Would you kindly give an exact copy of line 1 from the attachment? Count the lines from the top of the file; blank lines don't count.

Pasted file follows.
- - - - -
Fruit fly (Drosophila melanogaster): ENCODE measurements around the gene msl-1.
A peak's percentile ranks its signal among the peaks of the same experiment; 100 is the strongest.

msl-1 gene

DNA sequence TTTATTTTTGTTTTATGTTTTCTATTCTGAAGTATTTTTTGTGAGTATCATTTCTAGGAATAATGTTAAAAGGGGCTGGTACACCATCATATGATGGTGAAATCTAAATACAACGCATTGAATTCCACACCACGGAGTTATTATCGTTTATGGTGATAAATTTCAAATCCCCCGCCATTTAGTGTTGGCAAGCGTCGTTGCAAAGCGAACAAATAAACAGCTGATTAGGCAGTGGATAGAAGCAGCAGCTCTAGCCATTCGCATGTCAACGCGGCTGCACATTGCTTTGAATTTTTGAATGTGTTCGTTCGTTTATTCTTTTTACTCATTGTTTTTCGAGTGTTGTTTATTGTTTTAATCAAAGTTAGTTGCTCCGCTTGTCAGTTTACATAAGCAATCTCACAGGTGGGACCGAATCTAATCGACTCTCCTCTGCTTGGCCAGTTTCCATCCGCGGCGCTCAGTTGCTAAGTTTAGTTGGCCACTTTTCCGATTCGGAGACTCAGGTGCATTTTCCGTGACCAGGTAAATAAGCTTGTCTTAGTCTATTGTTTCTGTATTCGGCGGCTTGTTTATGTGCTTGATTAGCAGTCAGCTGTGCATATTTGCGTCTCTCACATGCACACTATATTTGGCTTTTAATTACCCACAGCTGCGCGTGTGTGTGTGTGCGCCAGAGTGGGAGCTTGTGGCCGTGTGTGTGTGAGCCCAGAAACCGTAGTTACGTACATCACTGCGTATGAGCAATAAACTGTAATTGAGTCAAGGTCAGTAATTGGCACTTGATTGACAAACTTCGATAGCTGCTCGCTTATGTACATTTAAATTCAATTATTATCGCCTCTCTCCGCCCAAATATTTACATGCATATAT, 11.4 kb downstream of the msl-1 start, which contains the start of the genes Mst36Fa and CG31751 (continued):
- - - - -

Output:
Fruit fly (Drosophila melanogaster): ENCODE measurements around the gene msl-1.